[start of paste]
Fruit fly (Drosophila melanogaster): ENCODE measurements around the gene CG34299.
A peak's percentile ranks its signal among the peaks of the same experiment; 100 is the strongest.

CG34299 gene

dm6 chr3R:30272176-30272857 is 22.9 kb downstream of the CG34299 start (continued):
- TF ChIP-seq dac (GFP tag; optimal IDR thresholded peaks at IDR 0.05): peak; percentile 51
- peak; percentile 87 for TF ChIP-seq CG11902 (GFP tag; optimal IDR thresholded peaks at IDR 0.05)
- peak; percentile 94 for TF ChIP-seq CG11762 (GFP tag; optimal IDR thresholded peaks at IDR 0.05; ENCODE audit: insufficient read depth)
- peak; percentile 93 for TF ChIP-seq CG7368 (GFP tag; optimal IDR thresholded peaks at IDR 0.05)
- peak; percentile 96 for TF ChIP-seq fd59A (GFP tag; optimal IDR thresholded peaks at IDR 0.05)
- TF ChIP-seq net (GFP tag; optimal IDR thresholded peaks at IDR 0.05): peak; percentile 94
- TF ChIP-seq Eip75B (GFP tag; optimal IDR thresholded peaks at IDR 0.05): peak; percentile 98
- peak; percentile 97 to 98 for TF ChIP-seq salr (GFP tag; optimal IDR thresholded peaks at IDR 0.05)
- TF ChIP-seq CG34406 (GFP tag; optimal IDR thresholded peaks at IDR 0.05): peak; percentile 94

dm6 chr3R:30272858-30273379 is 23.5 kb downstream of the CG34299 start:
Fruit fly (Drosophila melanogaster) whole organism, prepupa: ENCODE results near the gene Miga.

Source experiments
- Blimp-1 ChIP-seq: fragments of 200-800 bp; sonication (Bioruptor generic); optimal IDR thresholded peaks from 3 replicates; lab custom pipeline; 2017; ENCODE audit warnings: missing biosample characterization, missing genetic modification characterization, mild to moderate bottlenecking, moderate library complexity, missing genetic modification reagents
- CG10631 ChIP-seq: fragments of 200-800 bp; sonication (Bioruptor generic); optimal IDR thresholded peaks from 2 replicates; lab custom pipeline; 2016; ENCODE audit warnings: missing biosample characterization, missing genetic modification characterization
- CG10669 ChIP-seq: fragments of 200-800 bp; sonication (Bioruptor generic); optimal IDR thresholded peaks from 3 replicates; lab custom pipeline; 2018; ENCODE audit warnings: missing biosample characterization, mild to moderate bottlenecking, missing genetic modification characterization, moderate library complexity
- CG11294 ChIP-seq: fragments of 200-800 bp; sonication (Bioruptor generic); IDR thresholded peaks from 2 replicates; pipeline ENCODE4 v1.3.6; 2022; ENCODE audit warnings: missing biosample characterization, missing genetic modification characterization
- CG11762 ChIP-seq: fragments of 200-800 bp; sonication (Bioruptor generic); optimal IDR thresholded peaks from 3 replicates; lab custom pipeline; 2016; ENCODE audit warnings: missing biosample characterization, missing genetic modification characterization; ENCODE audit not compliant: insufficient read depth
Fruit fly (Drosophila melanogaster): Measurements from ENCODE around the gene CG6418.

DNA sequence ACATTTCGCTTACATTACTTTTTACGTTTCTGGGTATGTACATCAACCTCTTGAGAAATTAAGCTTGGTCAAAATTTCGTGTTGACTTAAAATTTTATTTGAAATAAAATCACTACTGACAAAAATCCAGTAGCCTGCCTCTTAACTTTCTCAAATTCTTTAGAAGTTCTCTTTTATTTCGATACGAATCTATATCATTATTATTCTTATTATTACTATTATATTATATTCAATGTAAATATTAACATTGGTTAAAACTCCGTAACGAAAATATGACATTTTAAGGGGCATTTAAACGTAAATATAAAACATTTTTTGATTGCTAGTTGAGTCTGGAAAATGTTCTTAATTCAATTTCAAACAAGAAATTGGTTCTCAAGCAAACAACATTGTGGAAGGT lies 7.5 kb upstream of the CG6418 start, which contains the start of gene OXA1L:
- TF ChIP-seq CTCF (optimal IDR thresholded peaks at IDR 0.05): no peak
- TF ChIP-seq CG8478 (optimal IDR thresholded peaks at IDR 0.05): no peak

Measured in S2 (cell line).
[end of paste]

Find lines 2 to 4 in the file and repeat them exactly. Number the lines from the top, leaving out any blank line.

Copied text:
A peak's percentile ranks its signal among the peaks of the same experiment; 100 is the strongest.

CG34299 gene

dm6 chr3R:30272176-30272857 is 22.9 kb downstream of the CG34299 start (continued):